5. It’s should have, would have, could have, not should of doubt the confusion originated with the fact that the end sounds of the contractions should’ve, would’ve and could’ve sound like ‘of’ when we don’t stress the o. A cup of tea, for instance. This is not a 21st century disease. It has been a plague for decades.
  6. Formerly known as, not formally known as. Formerly means in the past; formally means in a formal, official or legal way. The artist formerly known as Prince is formally known by his proper name, Prince Rogers Nelson.
  7. It’s my old stamping ground, not stomping ground. It just is.
  8. Skank is not a dirty word. It’s a dance style associated with ska music. Possible origin of the mistake: someone noticed that skanky sounds like manky, which means horrible, unhygienic or dirty. And of course it’s not a million miles away from wank. But skanky just means ‘like skank’, if it means anything at all.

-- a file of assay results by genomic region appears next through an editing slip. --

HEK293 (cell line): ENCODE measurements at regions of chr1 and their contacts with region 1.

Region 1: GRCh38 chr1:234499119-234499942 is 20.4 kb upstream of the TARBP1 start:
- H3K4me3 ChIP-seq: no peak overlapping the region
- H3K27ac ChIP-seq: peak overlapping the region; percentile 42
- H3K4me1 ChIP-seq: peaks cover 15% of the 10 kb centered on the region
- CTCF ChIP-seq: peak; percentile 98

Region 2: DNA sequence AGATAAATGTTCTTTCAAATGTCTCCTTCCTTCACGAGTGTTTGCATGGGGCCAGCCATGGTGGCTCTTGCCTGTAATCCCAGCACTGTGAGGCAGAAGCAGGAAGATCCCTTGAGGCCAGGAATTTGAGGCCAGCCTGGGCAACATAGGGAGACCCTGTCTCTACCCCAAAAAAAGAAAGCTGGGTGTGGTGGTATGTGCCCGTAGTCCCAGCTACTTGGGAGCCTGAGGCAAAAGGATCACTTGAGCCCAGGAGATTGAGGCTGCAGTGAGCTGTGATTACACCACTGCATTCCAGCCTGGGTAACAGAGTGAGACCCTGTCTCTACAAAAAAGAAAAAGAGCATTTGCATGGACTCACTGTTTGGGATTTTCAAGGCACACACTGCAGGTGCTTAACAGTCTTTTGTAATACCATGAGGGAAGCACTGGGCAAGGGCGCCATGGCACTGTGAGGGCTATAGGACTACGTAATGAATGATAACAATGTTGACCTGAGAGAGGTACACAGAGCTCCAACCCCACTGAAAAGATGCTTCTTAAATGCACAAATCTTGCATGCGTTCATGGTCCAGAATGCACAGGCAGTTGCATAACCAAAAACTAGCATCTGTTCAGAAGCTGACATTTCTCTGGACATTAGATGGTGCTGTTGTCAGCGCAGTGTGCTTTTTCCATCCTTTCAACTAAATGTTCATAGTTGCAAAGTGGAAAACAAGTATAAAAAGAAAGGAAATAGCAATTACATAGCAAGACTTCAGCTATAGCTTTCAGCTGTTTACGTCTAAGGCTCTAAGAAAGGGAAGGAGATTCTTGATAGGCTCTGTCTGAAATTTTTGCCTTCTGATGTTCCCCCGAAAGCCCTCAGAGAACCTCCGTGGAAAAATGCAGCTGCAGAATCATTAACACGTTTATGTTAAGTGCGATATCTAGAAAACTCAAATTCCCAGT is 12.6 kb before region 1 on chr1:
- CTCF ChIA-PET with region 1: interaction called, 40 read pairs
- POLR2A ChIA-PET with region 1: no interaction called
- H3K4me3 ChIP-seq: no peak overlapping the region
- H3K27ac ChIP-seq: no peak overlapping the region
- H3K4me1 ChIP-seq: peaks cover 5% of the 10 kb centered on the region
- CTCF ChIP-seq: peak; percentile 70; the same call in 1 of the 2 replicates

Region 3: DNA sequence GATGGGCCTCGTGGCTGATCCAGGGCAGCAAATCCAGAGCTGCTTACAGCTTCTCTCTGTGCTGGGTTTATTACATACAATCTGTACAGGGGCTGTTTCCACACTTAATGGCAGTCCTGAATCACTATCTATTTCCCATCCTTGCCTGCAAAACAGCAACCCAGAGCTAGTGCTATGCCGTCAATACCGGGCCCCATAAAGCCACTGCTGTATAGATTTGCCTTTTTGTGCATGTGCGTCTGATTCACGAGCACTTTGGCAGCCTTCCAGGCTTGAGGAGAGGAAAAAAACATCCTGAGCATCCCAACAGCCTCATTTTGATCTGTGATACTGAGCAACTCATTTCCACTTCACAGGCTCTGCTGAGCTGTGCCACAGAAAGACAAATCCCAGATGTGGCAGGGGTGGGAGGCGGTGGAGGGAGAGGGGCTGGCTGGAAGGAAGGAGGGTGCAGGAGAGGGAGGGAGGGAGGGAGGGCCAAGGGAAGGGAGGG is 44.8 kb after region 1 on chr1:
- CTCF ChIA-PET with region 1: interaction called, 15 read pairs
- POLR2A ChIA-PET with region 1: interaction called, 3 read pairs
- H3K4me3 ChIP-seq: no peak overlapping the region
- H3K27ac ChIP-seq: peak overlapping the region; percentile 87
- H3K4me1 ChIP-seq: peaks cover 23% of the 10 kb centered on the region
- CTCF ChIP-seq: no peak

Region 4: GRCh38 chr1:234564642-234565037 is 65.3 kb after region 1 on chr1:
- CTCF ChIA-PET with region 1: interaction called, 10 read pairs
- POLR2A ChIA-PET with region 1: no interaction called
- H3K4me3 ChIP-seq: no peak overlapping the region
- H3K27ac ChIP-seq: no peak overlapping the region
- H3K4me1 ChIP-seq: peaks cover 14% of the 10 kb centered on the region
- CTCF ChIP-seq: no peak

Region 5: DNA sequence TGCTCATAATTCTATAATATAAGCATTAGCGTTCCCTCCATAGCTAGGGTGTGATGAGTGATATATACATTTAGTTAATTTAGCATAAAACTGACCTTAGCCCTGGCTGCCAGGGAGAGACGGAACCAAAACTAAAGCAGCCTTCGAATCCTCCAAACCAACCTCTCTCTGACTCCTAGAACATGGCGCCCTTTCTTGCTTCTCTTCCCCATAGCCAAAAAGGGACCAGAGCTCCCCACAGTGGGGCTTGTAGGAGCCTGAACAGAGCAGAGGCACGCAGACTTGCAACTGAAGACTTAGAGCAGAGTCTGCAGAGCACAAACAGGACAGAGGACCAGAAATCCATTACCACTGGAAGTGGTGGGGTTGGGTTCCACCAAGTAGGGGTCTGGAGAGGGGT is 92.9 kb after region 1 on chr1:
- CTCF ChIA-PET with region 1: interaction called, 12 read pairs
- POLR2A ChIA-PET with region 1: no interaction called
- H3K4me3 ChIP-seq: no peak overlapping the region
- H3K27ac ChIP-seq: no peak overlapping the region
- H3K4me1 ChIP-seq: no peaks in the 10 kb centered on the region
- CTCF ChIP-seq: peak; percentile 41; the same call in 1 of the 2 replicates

9. Leverage is a noun, not a verb, denoting the action of a lever, used to exert force.You don’t leverage something, but you can lever it open or up. And anyway, in British English it’s pronounced leever. So it would be leeverage if it was a verb, but it’s not. So there.
  10. Momentarily means for a moment, briefly. In the USA some people use it to mean in a moment, i.e very soon, and the English radio presenter Steve Wright, once married to an American, introduced it, perhaps jokingly.